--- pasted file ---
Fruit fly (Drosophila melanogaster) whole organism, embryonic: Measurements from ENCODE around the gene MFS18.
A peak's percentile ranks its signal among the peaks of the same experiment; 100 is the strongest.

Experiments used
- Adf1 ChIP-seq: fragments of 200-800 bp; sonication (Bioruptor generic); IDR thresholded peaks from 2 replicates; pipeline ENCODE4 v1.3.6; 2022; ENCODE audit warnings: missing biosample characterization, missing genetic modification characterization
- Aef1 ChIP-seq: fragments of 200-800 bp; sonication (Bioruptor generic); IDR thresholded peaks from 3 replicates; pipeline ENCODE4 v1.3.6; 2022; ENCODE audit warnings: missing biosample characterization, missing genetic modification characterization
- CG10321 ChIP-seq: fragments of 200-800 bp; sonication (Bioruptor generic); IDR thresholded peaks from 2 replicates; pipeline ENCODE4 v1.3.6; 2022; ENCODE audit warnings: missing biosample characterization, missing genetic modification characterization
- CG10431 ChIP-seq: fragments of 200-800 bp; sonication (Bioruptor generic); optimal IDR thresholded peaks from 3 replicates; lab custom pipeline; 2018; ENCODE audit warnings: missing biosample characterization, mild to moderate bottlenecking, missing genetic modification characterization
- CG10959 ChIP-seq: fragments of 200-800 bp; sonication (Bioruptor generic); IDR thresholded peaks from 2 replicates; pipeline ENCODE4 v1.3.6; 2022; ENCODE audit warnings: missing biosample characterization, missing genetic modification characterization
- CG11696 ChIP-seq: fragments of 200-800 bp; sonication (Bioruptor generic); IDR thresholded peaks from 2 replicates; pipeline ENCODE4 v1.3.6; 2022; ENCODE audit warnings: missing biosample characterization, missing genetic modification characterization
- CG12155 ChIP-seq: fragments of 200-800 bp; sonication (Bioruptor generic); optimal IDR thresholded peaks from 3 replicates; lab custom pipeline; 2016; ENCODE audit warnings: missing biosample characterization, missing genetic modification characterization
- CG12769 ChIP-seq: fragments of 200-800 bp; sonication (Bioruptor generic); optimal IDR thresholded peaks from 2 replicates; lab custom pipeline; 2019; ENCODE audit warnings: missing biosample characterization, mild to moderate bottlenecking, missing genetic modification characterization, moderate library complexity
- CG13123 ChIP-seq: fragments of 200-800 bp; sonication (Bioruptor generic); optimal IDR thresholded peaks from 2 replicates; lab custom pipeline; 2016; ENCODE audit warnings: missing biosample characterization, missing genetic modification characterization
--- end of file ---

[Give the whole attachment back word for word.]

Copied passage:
Fruit fly (Drosophila melanogaster) whole organism, embryonic: Measurements from ENCODE around the gene MFS18.
A peak's percentile ranks its signal among the peaks of the same experiment; 100 is the strongest.

Experiments used
- Adf1 ChIP-seq: fragments of 200-800 bp; sonication (Bioruptor generic); IDR thresholded peaks from 2 replicates; pipeline ENCODE4 v1.3.6; 2022; ENCODE audit warnings: missing biosample characterization, missing genetic modification characterization
- Aef1 ChIP-seq: fragments of 200-800 bp; sonication (Bioruptor generic); IDR thresholded peaks from 3 replicates; pipeline ENCODE4 v1.3.6; 2022; ENCODE audit warnings: missing biosample characterization, missing genetic modification characterization
- CG10321 ChIP-seq: fragments of 200-800 bp; sonication (Bioruptor generic); IDR thresholded peaks from 2 replicates; pipeline ENCODE4 v1.3.6; 2022; ENCODE audit warnings: missing biosample characterization, missing genetic modification characterization
- CG10431 ChIP-seq: fragments of 200-800 bp; sonication (Bioruptor generic); optimal IDR thresholded peaks from 3 replicates; lab custom pipeline; 2018; ENCODE audit warnings: missing biosample characterization, mild to moderate bottlenecking, missing genetic modification characterization
- CG10959 ChIP-seq: fragments of 200-800 bp; sonication (Bioruptor generic); IDR thresholded peaks from 2 replicates; pipeline ENCODE4 v1.3.6; 2022; ENCODE audit warnings: missing biosample characterization, missing genetic modification characterization
- CG11696 ChIP-seq: fragments of 200-800 bp; sonication (Bioruptor generic); IDR thresholded peaks from 2 replicates; pipeline ENCODE4 v1.3.6; 2022; ENCODE audit warnings: missing biosample characterization, missing genetic modification characterization
- CG12155 ChIP-seq: fragments of 200-800 bp; sonication (Bioruptor generic); optimal IDR thresholded peaks from 3 replicates; lab custom pipeline; 2016; ENCODE audit warnings: missing biosample characterization, missing genetic modification characterization
- CG12769 ChIP-seq: fragments of 200-800 bp; sonication (Bioruptor generic); optimal IDR thresholded peaks from 2 replicates; lab custom pipeline; 2019; ENCODE audit warnings: missing biosample characterization, mild to moderate bottlenecking, missing genetic modification characterization, moderate library complexity
- CG13123 ChIP-seq: fragments of 200-800 bp; sonication (Bioruptor generic); optimal IDR thresholded peaks from 2 replicates; lab custom pipeline; 2016; ENCODE audit warnings: missing biosample characterization, missing genetic modification characterization